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Walsenburg wants to take proactive stance on water

WALSENBURG- City water attorney Tim Beaton  described the current water line situation and made recomendations in an hour-long meeting with the Walsenburg City Council Tuesday afternoon. That evening, Council voted unanimously to begin seeking a grant writer  to start the process of replacing aging raw water lines.

    The raw water lines begin at the upper storage lakes east of La Veta, then run eleven miles to the water treatment plant.  They have approximately 27 taps on them for residences, in exchange for easements across their property.  This goes against the Colorado Clean Water Act, and it will catch up to the City sooner or later.­

    City Administrator Alan Hein wants to run a water line back up the hill, sending treated water to the people currently tied-in.  He is hoping to get an engineering report done then see if the State would partner up on the project.  “This is a fairly simple project,” Hein told the council. “Not a lot of engineering to it.”        Hein also gave the council an update on the Martin Lake valve replacement project.  City officials held a meeting with State Park & Wildlife  people and the engineering firm doing the work, which went very smoothly.  The plan for water release is to clean up the old Walsenburg Ditch and send the water that way.  Water release is tentatively scheduled for late September.  The City is looking into liability issues regarding having workers working inside the proposed coffer dam.  The final hurdle for the plan is state approval.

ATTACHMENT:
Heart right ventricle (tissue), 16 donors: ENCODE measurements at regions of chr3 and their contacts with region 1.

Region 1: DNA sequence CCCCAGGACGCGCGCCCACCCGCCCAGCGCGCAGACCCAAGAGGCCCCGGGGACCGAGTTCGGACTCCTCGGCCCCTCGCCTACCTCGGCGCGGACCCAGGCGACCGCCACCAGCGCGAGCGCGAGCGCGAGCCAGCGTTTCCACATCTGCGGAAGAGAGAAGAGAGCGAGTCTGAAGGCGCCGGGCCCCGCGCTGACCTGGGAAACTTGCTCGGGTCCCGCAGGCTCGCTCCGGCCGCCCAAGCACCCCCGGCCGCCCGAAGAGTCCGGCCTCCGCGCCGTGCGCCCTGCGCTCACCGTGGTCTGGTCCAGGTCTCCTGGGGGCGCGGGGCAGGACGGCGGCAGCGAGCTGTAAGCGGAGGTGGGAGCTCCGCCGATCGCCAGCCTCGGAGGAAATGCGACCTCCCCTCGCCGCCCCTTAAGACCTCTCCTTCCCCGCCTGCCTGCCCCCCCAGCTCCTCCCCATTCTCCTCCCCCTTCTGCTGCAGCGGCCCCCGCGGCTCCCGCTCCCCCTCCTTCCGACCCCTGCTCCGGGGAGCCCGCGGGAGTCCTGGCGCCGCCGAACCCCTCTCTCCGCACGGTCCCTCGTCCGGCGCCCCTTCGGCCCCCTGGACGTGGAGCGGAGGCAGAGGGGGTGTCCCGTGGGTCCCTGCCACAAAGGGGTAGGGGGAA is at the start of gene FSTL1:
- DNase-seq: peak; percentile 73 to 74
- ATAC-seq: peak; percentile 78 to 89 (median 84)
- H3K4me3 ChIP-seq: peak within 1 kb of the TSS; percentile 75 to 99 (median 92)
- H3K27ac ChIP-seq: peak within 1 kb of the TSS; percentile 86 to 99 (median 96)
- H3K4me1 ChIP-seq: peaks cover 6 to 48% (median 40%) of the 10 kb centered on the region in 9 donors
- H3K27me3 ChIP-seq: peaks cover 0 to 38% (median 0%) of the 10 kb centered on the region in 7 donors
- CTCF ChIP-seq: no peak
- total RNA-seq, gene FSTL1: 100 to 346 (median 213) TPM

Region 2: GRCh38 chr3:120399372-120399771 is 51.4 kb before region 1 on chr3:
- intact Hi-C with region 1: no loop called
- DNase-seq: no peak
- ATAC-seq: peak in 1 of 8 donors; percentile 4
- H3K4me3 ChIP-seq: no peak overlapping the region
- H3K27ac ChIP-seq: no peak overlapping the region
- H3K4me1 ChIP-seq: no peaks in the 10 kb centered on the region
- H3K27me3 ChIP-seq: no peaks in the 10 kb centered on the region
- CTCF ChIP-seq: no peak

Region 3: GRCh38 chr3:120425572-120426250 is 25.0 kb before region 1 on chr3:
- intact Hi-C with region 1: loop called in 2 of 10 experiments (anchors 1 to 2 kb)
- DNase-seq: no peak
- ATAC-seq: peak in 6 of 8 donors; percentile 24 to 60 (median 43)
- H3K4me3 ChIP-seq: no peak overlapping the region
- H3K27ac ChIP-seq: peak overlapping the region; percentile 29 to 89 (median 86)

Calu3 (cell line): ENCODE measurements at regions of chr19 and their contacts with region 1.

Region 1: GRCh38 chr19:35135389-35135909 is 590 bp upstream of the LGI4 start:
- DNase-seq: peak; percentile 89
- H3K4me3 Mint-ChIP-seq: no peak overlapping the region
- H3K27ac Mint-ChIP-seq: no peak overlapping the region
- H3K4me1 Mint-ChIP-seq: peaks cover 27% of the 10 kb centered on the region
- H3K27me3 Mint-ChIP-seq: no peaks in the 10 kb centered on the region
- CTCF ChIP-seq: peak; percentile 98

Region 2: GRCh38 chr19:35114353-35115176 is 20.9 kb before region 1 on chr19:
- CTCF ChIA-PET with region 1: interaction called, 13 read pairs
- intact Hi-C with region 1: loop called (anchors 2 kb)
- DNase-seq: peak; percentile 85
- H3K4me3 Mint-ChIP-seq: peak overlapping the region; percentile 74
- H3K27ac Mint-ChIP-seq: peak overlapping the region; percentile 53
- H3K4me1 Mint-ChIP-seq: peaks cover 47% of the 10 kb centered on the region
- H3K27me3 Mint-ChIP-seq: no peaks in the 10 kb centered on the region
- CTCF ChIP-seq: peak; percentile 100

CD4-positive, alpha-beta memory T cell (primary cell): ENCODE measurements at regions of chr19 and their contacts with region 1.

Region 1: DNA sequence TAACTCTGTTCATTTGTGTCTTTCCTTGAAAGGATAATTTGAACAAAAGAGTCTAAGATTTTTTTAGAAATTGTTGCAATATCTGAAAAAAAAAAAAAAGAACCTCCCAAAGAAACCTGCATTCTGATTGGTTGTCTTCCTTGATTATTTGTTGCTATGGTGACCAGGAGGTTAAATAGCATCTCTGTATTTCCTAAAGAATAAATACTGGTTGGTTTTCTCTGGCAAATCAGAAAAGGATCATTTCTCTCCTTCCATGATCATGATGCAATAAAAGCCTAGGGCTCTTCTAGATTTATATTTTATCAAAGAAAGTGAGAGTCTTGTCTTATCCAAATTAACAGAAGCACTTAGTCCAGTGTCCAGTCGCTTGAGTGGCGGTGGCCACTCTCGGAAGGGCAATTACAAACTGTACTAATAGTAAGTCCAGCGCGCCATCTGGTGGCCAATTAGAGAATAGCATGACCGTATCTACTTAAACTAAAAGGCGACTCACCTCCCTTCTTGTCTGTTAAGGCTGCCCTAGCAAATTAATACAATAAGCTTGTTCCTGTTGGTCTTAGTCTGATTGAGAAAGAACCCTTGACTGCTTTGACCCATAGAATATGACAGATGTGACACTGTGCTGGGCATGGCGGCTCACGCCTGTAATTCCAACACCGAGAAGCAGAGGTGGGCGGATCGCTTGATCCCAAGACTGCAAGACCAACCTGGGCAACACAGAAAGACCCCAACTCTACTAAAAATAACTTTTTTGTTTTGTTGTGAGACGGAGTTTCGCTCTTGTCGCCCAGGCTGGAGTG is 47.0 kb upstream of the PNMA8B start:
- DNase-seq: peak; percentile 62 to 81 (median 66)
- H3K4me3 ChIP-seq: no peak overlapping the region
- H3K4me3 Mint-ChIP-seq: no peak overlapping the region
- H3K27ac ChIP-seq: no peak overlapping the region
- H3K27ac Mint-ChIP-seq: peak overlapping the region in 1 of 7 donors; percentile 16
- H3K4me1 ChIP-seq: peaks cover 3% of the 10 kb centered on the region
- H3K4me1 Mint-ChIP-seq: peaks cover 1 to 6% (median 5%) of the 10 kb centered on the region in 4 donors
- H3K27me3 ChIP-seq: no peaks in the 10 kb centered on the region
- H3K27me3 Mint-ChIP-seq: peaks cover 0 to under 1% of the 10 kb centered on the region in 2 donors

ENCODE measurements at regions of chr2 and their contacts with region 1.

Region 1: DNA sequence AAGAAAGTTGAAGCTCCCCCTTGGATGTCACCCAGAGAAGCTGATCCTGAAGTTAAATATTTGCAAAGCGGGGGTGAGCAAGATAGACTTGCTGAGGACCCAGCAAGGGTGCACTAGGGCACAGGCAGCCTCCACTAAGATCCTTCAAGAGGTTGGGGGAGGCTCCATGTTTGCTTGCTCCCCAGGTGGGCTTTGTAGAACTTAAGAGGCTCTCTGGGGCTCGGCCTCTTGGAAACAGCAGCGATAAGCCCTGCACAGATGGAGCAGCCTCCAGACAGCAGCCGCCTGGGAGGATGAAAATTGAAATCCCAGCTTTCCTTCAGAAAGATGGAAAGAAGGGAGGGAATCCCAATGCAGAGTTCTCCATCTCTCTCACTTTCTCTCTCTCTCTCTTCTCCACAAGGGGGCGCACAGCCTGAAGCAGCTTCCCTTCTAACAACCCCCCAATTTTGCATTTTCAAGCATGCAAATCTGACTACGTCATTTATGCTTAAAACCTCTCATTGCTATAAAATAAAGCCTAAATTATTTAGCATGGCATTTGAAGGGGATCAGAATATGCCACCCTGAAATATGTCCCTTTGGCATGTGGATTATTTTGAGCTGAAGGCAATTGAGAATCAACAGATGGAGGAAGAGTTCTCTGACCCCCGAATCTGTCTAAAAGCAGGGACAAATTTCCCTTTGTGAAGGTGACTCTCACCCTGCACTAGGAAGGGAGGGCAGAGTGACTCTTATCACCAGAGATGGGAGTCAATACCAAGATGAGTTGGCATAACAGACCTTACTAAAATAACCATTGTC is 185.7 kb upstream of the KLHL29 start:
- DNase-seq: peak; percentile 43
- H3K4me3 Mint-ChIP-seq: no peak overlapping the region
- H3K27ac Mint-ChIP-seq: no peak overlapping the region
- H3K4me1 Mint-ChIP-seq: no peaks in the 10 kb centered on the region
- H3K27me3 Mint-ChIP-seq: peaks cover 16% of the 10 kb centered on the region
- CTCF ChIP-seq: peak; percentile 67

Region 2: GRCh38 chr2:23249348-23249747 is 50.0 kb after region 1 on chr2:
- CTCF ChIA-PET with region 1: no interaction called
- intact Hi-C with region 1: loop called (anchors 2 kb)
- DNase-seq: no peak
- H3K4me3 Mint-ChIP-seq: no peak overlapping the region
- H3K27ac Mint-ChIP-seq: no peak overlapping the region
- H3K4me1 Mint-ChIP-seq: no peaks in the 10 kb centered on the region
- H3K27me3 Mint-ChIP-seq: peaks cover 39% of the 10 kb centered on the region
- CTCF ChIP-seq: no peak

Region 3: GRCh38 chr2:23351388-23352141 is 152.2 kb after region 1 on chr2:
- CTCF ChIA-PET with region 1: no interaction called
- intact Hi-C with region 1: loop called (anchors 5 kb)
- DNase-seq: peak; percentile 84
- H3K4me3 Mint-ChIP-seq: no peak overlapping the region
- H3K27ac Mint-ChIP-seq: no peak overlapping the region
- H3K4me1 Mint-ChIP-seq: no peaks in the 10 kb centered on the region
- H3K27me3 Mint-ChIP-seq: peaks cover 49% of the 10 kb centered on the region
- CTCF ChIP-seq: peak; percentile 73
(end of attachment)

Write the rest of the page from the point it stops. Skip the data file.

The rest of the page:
Hein also discussed the status of several pending grants, with the railroad depot top aming them.  Administrative Assistant Beth Neece pitched the railroad grant to the Council of Governments last week, and they report that it is at the top of their priorities.  A USDA grant has also been turned in.

    Independent Auditor Ron Farmer gave the Council his final report on the 2008 audit.  Farmer’s firm has been auditing the City’s books for 12 years, but the City is looking for another firm to do the job.

    The City received an unqualifed audit, and for the first time in five years has a positive fund balance in the general fund.  The enterprise fund balances are up and down, which is something he urges the City to get a handle on.  His final words on the matter were that getting the accounting software is finally paying off, and the City is getting inforamtion it can really use.

    In other business, Police Chief Larry Baldonado reported he plans to meet with parents and school officials about parking and police presence in the schools next year. He also reported the department has a new handler for their K-9 police dog.  Baldonado’s estimation of traffic in town is that it is no worse than when I-25 southbound traffic was diverted.